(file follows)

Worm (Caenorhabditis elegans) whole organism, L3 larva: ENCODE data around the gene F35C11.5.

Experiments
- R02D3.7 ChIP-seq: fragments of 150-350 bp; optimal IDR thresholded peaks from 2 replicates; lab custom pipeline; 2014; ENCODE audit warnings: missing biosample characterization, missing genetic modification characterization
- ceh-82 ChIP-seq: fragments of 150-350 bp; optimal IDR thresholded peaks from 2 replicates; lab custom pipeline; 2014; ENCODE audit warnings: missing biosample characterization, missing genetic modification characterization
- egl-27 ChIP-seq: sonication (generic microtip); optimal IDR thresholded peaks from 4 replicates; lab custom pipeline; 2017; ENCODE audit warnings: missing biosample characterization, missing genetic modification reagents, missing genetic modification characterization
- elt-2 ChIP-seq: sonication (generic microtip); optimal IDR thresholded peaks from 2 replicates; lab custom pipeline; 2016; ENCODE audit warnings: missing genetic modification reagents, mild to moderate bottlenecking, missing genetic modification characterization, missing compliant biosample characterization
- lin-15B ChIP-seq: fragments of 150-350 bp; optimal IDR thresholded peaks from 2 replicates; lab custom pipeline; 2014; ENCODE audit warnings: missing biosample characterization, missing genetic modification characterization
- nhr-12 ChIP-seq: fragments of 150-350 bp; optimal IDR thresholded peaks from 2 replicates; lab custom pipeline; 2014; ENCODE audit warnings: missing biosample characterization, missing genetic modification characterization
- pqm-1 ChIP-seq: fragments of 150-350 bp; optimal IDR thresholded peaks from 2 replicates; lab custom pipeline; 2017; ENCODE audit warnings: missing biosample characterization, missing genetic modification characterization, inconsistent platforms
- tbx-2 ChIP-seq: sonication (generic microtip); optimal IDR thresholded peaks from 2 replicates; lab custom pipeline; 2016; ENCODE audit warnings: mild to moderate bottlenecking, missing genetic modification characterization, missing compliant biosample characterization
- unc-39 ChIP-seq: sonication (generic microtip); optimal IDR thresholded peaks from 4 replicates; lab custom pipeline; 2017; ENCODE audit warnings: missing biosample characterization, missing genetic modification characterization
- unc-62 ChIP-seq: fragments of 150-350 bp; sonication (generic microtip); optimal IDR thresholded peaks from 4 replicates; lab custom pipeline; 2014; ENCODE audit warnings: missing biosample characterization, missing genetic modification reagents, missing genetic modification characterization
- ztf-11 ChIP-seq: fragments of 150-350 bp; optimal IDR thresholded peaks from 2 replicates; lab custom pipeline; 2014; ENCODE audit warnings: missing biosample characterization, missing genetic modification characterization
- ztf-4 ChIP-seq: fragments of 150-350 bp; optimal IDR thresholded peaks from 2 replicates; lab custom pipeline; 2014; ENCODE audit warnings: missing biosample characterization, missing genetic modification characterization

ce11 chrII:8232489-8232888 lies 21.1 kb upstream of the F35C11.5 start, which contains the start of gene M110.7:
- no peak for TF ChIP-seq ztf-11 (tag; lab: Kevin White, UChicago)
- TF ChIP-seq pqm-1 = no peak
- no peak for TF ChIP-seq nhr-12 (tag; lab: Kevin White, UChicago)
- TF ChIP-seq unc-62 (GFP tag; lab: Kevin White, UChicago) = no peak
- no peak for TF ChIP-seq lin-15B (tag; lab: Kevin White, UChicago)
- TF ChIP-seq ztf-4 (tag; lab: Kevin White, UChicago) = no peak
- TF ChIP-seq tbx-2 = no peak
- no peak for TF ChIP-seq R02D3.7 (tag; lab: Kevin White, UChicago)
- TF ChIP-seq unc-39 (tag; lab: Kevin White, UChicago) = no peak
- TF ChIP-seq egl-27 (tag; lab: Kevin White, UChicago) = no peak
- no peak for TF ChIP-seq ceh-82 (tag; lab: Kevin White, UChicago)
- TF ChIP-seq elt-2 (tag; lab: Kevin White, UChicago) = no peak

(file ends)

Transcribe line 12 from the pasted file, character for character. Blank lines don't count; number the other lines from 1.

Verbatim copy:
- unc-62 ChIP-seq: fragments of 150-350 bp; sonication (generic microtip); optimal IDR thresholded peaks from 4 replicates; lab custom pipeline; 2014; ENCODE audit warnings: missing biosample characterization, missing genetic modification reagents, missing genetic modification characterization